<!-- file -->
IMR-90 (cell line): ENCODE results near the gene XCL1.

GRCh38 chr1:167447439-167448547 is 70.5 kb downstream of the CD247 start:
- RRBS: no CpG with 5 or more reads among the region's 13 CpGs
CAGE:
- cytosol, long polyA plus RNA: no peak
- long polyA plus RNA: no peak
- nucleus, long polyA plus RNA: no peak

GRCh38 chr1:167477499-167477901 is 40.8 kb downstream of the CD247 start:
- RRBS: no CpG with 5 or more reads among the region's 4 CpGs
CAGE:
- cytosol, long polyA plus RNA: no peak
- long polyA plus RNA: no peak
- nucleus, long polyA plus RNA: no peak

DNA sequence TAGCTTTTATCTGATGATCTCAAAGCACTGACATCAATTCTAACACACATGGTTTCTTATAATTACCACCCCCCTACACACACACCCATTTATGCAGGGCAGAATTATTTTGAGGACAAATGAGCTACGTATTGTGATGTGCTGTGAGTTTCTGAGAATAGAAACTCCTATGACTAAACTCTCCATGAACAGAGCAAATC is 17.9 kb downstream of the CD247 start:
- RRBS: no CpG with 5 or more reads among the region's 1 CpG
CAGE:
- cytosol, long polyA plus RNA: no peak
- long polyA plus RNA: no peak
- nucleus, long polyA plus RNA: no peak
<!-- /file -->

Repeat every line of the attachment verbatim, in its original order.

IMR-90 (cell line): ENCODE results near the gene XCL1.

GRCh38 chr1:167447439-167448547 is 70.5 kb downstream of the CD247 start:
- RRBS: no CpG with 5 or more reads among the region's 13 CpGs
CAGE:
- cytosol, long polyA plus RNA: no peak
- long polyA plus RNA: no peak
- nucleus, long polyA plus RNA: no peak

GRCh38 chr1:167477499-167477901 is 40.8 kb downstream of the CD247 start:
- RRBS: no CpG with 5 or more reads among the region's 4 CpGs
CAGE:
- cytosol, long polyA plus RNA: no peak
- long polyA plus RNA: no peak
- nucleus, long polyA plus RNA: no peak

DNA sequence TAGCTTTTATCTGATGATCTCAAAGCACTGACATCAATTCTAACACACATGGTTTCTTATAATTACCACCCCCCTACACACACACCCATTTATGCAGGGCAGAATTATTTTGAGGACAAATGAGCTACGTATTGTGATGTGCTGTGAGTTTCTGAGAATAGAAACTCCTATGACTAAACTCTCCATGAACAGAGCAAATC is 17.9 kb downstream of the CD247 start:
- RRBS: no CpG with 5 or more reads among the region's 1 CpG
CAGE:
- cytosol, long polyA plus RNA: no peak
- long polyA plus RNA: no peak
- nucleus, long polyA plus RNA: no peak